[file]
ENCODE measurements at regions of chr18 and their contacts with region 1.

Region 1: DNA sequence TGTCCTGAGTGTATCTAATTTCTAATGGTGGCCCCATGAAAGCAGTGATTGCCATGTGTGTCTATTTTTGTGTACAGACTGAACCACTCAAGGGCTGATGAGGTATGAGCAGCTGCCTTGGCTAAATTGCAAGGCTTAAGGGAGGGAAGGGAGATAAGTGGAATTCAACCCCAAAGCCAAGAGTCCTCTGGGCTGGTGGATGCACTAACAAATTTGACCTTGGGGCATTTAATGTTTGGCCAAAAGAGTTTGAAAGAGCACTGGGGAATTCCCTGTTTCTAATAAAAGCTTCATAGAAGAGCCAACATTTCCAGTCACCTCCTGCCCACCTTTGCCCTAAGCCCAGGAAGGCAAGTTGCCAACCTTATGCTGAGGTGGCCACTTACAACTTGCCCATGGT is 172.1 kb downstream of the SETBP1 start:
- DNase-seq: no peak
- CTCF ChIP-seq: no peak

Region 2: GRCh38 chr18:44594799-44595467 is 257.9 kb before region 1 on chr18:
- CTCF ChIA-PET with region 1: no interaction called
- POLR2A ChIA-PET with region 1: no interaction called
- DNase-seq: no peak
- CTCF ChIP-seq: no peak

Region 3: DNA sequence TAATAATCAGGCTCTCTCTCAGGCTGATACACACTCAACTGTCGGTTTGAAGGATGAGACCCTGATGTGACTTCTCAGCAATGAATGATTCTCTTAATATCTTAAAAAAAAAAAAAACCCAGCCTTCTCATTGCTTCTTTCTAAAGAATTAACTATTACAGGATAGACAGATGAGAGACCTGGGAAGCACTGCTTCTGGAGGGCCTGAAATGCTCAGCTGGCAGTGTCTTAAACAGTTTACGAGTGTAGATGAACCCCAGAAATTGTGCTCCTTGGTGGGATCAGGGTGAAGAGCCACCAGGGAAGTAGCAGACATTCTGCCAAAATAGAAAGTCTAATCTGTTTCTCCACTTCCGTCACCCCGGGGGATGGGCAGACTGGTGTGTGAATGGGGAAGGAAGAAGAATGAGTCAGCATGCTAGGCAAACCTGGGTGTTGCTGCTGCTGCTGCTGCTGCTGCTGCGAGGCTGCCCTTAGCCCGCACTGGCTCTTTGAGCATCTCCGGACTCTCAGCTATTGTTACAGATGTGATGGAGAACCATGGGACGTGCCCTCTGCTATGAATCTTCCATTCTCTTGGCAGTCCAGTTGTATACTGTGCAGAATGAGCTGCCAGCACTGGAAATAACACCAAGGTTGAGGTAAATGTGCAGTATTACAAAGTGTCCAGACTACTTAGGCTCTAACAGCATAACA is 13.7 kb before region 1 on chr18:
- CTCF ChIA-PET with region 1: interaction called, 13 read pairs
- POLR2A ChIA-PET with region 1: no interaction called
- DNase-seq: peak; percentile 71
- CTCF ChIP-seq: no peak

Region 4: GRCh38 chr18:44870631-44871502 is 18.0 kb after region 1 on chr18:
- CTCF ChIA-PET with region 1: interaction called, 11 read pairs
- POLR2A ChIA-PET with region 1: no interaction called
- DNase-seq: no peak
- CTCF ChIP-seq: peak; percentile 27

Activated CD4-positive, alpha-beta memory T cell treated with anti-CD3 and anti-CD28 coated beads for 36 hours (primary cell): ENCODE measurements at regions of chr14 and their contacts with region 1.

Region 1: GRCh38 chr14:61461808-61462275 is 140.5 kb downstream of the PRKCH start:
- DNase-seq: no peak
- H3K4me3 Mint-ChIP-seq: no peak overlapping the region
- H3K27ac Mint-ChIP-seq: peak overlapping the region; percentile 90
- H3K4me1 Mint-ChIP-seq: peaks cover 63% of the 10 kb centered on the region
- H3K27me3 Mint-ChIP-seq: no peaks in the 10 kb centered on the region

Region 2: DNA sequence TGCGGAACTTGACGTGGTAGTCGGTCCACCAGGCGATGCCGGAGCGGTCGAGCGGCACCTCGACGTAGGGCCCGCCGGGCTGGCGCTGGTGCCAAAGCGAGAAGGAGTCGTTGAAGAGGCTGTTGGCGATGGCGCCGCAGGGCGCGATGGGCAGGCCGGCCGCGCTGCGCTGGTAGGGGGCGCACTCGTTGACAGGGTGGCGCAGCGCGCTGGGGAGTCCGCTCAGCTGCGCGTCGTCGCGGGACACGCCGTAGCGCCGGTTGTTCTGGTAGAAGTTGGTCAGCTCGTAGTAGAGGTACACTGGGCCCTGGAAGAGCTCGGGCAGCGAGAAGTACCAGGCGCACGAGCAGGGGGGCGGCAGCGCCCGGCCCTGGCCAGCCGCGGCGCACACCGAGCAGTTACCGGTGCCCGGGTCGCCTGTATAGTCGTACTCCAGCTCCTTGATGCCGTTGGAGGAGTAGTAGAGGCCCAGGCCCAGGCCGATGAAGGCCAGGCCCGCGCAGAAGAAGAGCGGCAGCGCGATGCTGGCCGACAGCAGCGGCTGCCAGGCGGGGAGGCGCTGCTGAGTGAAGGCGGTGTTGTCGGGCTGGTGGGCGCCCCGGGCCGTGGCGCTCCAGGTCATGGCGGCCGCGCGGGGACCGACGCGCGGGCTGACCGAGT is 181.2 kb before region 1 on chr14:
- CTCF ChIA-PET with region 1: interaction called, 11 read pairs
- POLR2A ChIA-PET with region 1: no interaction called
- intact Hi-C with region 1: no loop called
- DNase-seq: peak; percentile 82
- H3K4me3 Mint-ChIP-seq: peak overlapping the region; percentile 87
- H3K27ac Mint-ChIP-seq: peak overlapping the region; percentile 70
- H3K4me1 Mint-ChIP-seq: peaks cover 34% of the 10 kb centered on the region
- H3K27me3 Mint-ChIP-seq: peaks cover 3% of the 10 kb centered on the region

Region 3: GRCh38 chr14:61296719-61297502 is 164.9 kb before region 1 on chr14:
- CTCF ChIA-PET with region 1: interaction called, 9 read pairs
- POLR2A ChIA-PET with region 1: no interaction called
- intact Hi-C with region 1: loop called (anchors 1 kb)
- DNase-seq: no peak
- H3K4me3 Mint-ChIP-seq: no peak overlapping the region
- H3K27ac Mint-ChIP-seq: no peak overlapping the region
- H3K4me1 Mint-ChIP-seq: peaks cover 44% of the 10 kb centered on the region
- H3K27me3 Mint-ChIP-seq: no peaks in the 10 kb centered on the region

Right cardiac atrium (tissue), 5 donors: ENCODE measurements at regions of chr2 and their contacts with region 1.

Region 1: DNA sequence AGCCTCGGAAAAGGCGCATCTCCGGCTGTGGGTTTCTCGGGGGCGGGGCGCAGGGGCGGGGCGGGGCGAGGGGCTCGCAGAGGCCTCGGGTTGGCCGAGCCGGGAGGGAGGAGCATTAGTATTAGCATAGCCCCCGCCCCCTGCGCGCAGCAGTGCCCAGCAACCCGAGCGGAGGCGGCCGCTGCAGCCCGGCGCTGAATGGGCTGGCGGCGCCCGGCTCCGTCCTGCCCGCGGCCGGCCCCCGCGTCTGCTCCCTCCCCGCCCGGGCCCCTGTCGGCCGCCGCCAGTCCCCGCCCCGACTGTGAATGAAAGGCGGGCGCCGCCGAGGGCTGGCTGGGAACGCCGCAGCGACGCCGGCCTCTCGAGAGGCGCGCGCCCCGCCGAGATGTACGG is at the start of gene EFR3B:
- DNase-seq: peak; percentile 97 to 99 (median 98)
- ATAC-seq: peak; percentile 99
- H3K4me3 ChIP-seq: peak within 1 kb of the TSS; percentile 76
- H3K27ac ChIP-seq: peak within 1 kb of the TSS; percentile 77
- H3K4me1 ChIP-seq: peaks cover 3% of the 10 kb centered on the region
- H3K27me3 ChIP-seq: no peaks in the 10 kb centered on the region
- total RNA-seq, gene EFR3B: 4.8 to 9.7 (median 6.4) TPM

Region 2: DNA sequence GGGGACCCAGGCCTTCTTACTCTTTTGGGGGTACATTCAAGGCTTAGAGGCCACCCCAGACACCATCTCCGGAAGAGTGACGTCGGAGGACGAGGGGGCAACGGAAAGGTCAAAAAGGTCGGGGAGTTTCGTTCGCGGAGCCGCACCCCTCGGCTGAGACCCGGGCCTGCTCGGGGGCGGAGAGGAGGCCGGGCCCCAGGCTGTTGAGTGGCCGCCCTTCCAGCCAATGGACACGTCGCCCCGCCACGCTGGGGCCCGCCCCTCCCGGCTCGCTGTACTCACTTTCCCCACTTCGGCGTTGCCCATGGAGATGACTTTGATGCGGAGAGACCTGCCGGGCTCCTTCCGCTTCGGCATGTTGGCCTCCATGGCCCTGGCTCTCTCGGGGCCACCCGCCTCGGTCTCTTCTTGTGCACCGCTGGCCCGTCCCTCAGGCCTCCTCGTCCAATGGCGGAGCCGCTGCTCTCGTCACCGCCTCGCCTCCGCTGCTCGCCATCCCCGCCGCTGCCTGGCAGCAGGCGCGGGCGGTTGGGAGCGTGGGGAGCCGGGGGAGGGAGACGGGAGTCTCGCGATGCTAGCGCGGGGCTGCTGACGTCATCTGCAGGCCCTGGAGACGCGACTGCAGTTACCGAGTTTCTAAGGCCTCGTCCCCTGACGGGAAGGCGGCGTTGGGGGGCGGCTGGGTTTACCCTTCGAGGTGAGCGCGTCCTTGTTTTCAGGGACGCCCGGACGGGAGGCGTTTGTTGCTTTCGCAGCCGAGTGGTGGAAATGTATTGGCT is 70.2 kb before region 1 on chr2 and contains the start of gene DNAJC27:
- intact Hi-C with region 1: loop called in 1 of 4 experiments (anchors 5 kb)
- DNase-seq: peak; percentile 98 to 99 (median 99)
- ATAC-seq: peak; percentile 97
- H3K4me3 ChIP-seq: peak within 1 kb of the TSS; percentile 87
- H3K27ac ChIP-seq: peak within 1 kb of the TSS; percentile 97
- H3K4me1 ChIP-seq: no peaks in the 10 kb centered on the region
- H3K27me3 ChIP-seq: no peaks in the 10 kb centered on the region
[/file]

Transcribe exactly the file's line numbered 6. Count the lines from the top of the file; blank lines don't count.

- CTCF ChIA-PET with region 1: no interaction called